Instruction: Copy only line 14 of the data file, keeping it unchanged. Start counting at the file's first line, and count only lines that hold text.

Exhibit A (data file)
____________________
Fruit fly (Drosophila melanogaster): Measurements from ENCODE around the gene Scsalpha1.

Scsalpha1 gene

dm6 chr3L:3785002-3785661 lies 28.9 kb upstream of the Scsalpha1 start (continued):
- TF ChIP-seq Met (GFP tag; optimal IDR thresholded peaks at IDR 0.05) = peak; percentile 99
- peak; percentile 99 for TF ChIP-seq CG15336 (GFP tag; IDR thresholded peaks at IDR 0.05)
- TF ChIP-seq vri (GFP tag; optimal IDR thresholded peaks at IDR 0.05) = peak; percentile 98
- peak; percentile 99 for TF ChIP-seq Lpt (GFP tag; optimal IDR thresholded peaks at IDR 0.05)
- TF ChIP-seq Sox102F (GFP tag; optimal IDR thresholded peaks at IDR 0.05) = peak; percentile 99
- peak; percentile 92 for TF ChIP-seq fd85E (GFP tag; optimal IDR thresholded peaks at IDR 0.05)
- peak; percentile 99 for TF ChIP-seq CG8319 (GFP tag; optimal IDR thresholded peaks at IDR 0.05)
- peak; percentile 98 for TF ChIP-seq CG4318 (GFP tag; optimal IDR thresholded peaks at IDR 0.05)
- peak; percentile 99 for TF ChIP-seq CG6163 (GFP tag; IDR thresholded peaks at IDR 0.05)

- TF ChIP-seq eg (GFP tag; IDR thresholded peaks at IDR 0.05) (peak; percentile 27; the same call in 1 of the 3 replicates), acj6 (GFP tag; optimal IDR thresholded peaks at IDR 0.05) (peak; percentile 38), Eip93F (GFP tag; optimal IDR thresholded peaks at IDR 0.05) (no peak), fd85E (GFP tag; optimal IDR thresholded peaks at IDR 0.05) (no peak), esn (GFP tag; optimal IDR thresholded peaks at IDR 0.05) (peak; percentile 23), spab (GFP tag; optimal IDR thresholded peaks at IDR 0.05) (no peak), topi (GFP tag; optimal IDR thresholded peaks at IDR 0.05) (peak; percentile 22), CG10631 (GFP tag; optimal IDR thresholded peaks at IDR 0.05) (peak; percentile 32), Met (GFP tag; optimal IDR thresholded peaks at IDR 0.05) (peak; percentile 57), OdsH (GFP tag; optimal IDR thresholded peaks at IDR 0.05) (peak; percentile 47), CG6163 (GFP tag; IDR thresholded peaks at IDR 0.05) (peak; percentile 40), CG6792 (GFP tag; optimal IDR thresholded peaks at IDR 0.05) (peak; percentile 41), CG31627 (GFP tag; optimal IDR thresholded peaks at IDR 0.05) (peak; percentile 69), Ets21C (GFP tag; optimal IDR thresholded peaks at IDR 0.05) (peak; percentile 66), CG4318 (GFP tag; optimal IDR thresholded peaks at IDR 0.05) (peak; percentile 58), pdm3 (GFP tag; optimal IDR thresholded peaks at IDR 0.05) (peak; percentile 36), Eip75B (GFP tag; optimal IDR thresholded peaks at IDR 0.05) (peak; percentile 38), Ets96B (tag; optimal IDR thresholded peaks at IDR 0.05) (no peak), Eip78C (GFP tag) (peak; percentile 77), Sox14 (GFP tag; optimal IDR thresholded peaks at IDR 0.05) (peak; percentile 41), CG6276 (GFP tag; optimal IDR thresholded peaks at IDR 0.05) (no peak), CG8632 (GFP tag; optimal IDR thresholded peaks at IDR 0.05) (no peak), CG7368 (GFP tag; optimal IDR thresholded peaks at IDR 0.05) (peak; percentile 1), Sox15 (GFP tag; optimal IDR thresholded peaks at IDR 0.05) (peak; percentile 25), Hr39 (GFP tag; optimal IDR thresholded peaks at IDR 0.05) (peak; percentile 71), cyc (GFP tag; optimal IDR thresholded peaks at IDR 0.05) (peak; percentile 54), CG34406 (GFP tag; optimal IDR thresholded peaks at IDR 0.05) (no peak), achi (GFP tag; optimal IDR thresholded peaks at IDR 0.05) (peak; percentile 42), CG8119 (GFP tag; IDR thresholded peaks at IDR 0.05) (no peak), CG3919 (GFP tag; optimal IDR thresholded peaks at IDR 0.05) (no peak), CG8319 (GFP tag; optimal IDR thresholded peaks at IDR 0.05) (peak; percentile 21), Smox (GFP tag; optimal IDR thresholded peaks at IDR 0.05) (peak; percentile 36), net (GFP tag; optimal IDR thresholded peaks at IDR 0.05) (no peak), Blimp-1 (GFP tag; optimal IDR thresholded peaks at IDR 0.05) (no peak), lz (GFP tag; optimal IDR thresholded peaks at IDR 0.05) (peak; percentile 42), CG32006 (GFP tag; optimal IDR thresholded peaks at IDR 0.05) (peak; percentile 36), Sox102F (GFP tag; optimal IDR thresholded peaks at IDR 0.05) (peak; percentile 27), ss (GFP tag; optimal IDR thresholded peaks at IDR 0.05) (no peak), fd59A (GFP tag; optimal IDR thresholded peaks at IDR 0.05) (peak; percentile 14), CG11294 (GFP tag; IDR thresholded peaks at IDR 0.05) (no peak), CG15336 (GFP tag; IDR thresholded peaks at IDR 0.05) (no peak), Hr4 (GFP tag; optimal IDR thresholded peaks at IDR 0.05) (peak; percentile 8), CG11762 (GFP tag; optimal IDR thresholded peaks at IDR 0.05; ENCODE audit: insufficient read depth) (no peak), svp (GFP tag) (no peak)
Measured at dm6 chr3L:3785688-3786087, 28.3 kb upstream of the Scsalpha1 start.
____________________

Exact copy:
Measured at dm6 chr3L:3785688-3786087, 28.3 kb upstream of the Scsalpha1 start.